Mexico is as popular a travel destination as ever. While beach towns like Sayulita, Tulum, and Playa Espiritu are coming into their own, Cancun and Los Cabos are still major draws for tourists.
The two destinations emerged in the '60s and '70s, respectively, when the Mexican government discovered their potential in a search for tourism development. Today, both offer ample hotels, beaches, activities, spas, and nightlife options -- yet they each have their own unique strengths. So which one is right for you? In order to compare, we matched the two destinations off in the following categories: getting there and around, beaches, activities, dining, and nightlife. Check them out and make your pick.
Getting There and Around
Los Cabos (nicknamed Lands End) is on the southernmost tip of the Baja Peninsula on the western coast of Mexico, making it easier to get to for those living on the west coast. The name, which means "Two Capes," combines the towns of Cabo San Lucas Cabo and San Jose del Cabo, about 35 minutes apart by car -- with several beaches in between. There are taxis and a local bus system, but many choose to explore the region with a car. Don't be alarmed if the car rental company explains where the spare tire and tools are -- roads in certain parts of Baja can be rough, but they are safe for tourists ,with plenty of police presence and several security checkpoints.
Cancun, for its part, is located on the eastern part of Mexico on the Yucatan Peninsula, which faces the Caribbean Sea, so its geographical position makes it an easy jaunt for those who live in the Midwest and East Coast. The actual city of Cancun -- 12.5 miles from the center of the Hotel Zone -- is part of the ancient Mayan civilization and is considered the gateway to El Mundo Maya (the Mayan World), so there are plenty of day-trip options that can be arranged with tour groups. The Yucatan also has a local bus system for adventurous types, and -- like Los Cabos -- some choose to rent a car so they can have the freedom to explore.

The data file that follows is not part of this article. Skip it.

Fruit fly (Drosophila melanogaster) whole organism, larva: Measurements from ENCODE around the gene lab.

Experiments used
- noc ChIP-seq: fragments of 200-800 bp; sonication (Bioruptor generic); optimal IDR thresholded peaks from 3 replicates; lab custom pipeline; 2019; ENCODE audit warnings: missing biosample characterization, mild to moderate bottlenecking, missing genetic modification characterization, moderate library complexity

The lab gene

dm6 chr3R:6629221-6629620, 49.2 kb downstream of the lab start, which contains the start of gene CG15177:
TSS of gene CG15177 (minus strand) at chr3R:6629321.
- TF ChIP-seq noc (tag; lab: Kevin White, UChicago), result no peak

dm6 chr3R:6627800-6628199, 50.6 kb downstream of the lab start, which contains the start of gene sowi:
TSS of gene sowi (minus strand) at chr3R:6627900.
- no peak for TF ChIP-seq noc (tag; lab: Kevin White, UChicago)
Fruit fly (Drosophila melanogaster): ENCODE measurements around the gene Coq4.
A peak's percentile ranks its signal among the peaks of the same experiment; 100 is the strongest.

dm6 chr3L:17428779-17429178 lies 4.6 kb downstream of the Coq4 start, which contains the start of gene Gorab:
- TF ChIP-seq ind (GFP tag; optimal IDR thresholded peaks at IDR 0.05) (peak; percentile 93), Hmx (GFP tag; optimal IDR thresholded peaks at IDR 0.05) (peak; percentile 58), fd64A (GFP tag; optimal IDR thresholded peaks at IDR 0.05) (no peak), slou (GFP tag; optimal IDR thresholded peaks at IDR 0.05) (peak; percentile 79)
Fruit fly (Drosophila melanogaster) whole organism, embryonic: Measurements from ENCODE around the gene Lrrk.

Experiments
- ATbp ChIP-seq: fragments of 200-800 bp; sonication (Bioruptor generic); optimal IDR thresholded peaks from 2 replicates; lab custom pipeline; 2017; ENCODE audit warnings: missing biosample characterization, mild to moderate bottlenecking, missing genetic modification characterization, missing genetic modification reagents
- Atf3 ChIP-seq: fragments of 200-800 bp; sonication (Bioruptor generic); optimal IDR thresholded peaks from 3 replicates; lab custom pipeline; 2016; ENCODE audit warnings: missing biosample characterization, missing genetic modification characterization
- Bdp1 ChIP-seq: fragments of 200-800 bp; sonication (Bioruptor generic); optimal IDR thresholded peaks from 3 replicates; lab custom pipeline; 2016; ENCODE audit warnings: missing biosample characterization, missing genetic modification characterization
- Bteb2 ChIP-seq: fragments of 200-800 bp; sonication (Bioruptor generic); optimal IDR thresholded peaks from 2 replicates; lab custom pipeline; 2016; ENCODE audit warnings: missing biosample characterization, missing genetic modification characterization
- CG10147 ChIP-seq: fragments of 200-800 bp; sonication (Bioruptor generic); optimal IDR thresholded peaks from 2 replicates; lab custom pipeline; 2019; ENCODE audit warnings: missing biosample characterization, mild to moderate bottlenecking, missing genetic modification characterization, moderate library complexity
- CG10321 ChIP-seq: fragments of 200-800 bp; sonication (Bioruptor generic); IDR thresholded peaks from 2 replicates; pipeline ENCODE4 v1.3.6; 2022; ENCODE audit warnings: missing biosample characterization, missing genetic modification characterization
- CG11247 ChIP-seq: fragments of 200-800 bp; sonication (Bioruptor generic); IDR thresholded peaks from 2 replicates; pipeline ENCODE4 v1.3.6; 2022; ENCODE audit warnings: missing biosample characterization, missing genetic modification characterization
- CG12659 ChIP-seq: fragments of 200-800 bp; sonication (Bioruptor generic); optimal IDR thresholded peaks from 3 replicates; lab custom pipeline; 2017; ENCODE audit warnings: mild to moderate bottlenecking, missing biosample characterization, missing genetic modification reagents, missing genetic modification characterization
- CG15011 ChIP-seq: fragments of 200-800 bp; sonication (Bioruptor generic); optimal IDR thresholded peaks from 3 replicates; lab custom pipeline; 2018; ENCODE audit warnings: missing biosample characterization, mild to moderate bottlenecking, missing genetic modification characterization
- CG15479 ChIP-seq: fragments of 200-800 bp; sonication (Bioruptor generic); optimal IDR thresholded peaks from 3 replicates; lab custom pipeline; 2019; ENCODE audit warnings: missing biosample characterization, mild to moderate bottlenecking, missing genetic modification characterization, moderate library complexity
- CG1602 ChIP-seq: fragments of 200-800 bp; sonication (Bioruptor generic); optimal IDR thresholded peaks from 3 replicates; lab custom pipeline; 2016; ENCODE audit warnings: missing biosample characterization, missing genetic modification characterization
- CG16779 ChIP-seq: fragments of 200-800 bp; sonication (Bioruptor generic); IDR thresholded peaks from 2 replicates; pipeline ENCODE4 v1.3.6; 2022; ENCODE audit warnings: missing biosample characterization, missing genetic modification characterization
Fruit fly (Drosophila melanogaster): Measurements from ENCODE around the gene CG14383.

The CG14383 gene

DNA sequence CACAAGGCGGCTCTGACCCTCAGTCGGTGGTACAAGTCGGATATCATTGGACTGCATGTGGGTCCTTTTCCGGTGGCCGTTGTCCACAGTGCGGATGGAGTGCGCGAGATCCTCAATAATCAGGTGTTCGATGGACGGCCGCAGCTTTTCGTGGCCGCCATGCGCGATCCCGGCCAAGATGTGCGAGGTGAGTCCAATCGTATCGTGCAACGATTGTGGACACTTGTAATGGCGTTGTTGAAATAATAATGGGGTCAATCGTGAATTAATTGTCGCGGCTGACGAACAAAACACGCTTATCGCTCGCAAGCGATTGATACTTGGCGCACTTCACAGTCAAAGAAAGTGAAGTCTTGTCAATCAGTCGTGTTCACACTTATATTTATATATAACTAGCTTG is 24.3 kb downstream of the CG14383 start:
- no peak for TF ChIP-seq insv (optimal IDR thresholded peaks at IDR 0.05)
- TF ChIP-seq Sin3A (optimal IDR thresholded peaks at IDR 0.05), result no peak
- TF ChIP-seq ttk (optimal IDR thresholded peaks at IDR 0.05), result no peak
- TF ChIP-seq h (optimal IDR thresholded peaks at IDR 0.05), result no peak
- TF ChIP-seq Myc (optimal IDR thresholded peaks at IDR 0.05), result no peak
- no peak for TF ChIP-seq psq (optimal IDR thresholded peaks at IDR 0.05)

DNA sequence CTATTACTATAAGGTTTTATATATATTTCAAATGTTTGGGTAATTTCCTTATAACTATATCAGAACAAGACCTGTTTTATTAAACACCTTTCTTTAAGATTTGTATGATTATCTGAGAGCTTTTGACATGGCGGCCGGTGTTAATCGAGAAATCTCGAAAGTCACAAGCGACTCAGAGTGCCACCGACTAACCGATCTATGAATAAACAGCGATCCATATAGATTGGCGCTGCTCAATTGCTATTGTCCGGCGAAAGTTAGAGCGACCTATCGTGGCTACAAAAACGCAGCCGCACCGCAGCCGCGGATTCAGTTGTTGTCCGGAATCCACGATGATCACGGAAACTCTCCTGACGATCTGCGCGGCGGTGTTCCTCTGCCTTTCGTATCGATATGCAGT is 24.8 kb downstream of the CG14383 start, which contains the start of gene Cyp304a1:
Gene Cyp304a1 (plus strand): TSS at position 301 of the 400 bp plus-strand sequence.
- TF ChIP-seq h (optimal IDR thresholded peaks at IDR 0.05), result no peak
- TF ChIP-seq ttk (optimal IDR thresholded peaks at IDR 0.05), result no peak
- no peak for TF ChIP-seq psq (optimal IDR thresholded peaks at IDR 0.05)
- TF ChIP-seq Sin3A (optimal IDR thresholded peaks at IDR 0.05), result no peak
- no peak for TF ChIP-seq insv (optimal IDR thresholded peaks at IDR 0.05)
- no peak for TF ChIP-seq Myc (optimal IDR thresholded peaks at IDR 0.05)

Beaches and Scenery
Both locations will not disappoint in terms of beaches and views. Situated at Yucatan's corner where the Caribbean Sea meets the Gulf of Mexico, Cancun boasts warm, clear, turquoise water -- the kind that people tend to fantasize about when planning a tropical vacation. The Hotel Zone (with over 100 hotels, it's where most people stay) is a lengthy 14-mile strip of fine white sand shaped like a number 7, allowing for water sports, sunbathing, swimming, and long walks along the shore.
While Cancun is flat, Los Cabos is surprisingly mountainous with a rugged desert landscape and rock formations, especially photogenic El Arco, visible from many hotels near Cabo San Lucas. Though Cancun has turquoise water, no one will balk at the deep blue tone of the sparkling Sea of Cortez, especially from a higher altitude where mountainous roads allow for some gorgeous views. Cabo is also sunnier and drier (and less humid) than Cancun, with less than 10 inches of rain per year (much of it in September and early October). There are not as many swimming beaches in Cabo due to powerful undertows that make them too dangerous, but locals know plenty of safe spots for water sports, and even some that are ideal for surfing.
Like with any beach-y destination, typical resort activities can be expected at both destinations in the way of championship golf resorts, spa treatments, water sports, and tourist excursions -- but what sets these two locations apart from each other?
Los Cabos has the benefit of land: the mountains of Sierra Laguna, Cabo Pulmo National Park, el Cañon de la Zorra (Fox Canyon), ATV trails through the desert, hiking Mount Solmar, and exploring the charming and historic town center of San Jose del Cabo (far less touristy than Cabo San Lucas). The area also has one of the largest marlin fishing tournament in the world, and in winter, blue whales bear their calves in the warm waters of the Gulf of California after completing their migration from Alaska (keep the camera close and listen for the ringing of the bell during whale sightings).